Superdiversity and Demographic Disruption

September 23rd, 2015

It is said that sometimes questions are more important than answers.

In this thought-provoking University of Auckland Public Lecture, Mai Chen, one of the country’s top constitutional and administrative law experts, asks some key questions as she speaks on the law, policy and implications of superdiversity for New Zealand and its capital city, Auckland.

The megatrend to watch, says Chen, is not age or urbanization, but demography. With 44% of its population born overseas and over 200 ethnicities represented, Auckland easily doubles on standard definitions for superdiversity. Migrants and their New Zealand born children now comprise 56% of Auckland’s talent pool. According to Chen, the implications for business and society are profound –and the current status quo unsustainable. Too many newcomers are underemployed, unrepresented in business and government, or experience racism in their daily lives. Making Auckland ‘fit for the future’ –so that it can reap the rewards of super diversity– will require greater investments in social capital to mitigate the disruptive effects of demographic change.

How can governments, businesses, organizations and native New Zealanders manage and adapt to this transition to a new super diverse society? What sort of implications does the changing landscape have on economic performance and social capital?

Demographic disruption is an unacknowledged driver that keeps the country’s economy outperforming many others. But this requires a behavioural shift from business, government and citizens because, as Chen says, “there can be no financial gains if you don’t work on social capital.”

What is social capital? Basically, trust. While there is no single definition of social capital, it is commonly understood to refer to the shared values and relationships in a society that enable individuals and groups to trust each other and work well together. The good news is that New Zealand law and jurisprudence provide a solid foundation for living together as equal partners. The challenge is building trust and equity across an uneven linguistic, cultural and economic landscape.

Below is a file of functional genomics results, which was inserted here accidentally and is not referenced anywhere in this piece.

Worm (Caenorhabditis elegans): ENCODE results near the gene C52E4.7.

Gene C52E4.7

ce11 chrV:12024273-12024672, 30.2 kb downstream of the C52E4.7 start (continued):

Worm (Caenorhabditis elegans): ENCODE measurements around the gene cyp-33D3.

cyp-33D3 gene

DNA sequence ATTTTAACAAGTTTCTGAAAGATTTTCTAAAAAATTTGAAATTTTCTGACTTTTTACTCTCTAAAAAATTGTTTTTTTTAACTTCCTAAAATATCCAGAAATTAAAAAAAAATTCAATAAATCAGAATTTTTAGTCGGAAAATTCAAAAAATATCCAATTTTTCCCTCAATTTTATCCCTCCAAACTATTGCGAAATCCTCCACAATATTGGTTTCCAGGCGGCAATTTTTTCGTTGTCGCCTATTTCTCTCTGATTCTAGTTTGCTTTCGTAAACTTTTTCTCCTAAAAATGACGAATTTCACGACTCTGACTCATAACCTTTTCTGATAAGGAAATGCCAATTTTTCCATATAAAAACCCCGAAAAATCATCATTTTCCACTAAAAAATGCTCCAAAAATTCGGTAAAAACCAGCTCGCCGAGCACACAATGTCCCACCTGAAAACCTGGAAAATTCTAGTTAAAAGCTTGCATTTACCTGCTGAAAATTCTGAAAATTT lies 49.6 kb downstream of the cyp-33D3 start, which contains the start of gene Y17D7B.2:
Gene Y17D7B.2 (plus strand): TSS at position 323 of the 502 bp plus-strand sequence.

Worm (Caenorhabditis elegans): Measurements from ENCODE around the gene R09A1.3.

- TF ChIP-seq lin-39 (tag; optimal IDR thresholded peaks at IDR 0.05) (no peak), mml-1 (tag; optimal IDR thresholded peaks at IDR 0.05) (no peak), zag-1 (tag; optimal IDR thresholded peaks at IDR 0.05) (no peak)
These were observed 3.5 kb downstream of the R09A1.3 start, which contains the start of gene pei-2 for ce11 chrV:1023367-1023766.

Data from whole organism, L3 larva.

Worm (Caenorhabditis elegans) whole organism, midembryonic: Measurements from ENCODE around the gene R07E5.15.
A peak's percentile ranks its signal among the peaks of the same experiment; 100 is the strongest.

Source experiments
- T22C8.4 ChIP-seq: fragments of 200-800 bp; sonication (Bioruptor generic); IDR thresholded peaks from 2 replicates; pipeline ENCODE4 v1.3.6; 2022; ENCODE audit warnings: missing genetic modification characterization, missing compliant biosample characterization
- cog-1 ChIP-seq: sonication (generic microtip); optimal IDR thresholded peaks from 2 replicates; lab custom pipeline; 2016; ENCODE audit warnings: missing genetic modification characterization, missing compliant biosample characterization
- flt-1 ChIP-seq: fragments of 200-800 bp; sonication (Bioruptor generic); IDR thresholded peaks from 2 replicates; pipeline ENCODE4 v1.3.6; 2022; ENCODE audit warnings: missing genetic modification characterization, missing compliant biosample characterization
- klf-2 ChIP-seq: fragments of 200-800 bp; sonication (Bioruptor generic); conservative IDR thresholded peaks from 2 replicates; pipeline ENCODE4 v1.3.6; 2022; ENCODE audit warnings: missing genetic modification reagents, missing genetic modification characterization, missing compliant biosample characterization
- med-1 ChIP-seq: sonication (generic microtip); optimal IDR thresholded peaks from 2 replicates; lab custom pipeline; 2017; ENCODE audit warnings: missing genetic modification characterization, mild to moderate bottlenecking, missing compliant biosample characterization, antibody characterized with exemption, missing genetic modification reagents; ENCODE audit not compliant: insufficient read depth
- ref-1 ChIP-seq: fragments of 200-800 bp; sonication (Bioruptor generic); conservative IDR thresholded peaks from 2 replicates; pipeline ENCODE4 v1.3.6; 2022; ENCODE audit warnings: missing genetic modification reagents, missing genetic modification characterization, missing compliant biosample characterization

As the demography of the country changes, some New Zealanders worry that the country’s traditional culture and values will be eroded. All the more reason, says Chen, to invest in social capital and civic engagement to strengthen diversity within New Zealand’s vibrant democracy. For example, New Zealand ranks high on international measures of transparency and corruption, yet the top source countries for its immigrants perform much less well. All the more important then, says Chen, that migrants understand their rights and responsibilities as New Zealanders. Such investments in social capital can mitigate the disruptive effects of super diversity – and ensure New Zealand sustains its corruption-free culture of transparency — while helping make New Zealand “fit for the future.”

Mai Chen speaks on the “Superdiversity stocktake” she is undertaking in the context of New Zealand  but the issues she raises are applicable to any country with rapidly changing demographics; namely, the importance of:

  • Understanding global mobility and its implications for a superdiverse society, and that this trend will accelerate over the coming years;
  • Securing the ‘diversity dividend’ by making sure that your law and policy and business practices are fit for purpose in a superdiverse society;
  • Identifying key law and policy and business challenges posed by superdiversity; and
  • Undertaking a stocktake of your current law, policy and business settings to manage the transition to superdiversity successfully.

View the archived lecture, Mai Chen on “Demographic Disruption”:

University of Auckland Public Lecture: Mai Chen on “Demographic Disruption.” May 12, 2015.

From the YouTube Channel, published on June 3, 2015.
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Mai-ChenMai Chen is an Adjunct Professor in the University of Auckland Faculty of Law. Mai is one of New Zealand’s best-known lawyers with particular expertise in constitutional and administrative law, judicial review, regulatory issues, and public policy and law reform. She is the Managing Partner of Chen Palmer Public and Employment Law Specialists, home of the Superdiversity Centre for Law, Policy and Business.

The Centre is launching the inaugural Superdiversity Stocktake at an event in central Auckland on 3 November 2015.

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